USS Flying Fish (SS/AGSS-229), a Gato-class submarine, was the first submarine and second ship of the United States Navy to be named for the flying fish.
USS Shad (SS-235), a Gato-class submarine, was the first submarine and second vessel of the United States Navy to be named for the shad, a fish of the herring family, common along coasts of the United States.
USS Croaker (SS/SSK/AGSS/IXSS-246), a Gato-class submarine, was the first ship of the United States Navy to be named for the croaker, any of various fishes which make throbbing or drumming noises.
USS Gurnard (SS-254), a Gato-class submarine, was the first ship of the United States Navy to be named for the gurnard.
USS Sawfish (SS-276), a Gato-class submarine, was a ship of the United States Navy named for the sawfish, a viviparous ray which has a long flat snout with a row of toothlike structures along each edge. It is found principally in the mouths of tropical American and African rivers.
USS Sunfish (SS-281), a Gato-class submarine, was the first ship of the United States Navy to be named for the ocean sunfish, Mola mola, a plectognath marine fish, having a deep body truncated behind, and high dorsal and anal fins.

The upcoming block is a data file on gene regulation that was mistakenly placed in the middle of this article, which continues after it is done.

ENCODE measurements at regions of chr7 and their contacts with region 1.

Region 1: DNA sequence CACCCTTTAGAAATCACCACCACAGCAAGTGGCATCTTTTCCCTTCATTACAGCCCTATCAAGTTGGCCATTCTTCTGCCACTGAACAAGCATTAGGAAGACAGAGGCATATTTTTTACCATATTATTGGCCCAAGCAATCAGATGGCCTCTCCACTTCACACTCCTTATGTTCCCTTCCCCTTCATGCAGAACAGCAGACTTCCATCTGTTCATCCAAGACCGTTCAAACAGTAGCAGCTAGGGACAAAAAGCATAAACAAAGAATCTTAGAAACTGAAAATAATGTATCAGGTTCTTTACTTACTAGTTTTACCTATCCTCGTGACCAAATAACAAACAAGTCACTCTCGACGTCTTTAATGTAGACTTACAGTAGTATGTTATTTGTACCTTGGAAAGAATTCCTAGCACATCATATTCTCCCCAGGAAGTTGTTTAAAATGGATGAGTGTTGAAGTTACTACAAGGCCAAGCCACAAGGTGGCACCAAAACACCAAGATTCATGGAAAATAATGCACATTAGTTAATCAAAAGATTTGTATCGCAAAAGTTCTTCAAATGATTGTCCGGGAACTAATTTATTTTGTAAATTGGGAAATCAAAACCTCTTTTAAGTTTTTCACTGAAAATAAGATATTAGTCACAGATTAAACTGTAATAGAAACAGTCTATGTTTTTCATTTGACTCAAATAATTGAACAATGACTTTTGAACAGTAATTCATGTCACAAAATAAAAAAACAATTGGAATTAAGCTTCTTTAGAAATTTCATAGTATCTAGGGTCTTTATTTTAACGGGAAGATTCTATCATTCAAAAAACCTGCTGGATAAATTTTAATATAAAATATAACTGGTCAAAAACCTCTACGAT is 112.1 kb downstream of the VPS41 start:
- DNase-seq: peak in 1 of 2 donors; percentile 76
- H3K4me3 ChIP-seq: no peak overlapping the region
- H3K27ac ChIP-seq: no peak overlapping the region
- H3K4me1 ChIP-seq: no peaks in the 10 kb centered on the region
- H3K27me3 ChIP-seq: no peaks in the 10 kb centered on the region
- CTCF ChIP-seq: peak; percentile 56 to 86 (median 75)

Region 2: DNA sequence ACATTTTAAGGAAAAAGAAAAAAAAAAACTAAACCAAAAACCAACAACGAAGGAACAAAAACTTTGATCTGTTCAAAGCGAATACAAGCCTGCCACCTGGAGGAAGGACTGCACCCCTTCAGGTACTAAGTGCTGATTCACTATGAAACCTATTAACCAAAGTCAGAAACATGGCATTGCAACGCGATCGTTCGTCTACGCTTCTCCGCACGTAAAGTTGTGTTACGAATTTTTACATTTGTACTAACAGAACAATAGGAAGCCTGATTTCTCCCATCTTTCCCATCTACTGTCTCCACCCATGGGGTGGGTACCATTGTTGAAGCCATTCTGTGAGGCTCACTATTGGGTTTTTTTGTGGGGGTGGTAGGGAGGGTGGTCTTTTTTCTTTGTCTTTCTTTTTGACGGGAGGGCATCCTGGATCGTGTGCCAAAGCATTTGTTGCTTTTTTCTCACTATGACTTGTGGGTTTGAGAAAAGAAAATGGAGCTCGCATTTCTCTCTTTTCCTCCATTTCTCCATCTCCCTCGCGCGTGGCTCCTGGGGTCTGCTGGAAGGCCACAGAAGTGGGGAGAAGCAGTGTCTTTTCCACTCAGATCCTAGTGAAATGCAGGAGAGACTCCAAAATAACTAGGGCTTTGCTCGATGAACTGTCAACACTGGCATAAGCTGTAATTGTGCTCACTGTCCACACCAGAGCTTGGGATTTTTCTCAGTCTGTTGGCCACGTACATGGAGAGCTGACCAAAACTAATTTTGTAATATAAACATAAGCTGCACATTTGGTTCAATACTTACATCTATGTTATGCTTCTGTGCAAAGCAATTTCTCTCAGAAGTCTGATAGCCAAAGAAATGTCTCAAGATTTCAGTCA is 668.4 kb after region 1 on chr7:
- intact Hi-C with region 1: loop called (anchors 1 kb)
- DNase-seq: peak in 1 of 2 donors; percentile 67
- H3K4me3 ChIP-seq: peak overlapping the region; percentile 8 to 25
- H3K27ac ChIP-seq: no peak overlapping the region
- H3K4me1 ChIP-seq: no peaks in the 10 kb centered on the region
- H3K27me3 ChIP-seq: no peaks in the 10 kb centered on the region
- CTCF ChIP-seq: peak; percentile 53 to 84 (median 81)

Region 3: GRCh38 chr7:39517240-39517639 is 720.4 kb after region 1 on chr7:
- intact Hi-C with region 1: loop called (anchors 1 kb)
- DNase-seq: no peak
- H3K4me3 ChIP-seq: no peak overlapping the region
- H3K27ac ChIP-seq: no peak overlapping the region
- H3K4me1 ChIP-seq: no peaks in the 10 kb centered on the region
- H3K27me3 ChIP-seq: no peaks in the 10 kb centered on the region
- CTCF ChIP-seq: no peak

USS Guavina (SS/SSO/AGSS/AOSS-362), a Gato-class submarine, was a ship of the United States Navy named for the guavina, a fish which may reach a length of 2 feet (0.6 m) indigenous to the West Indies and the Atlantic coasts of Central America and Mexico.
USS Queenfish (SS/AGSS-393), a Balao-class submarine, was the first ship of the United States Navy to be named for the queenfish, a small food fish found off the Pacific coast of North America.
USS Cobia (SS/AGSS-245) is a Gato-class submarine, formerly of the United States Navy, named for the cobia. Cobia (SS-245) was laid down on 17 March 1943 by the Electric Boat Company of Groton, Connecticut. She was launched on 28 November 1943, and commissioned on 29 March 1944, Lieutenant Commander Albert L. Becker in command.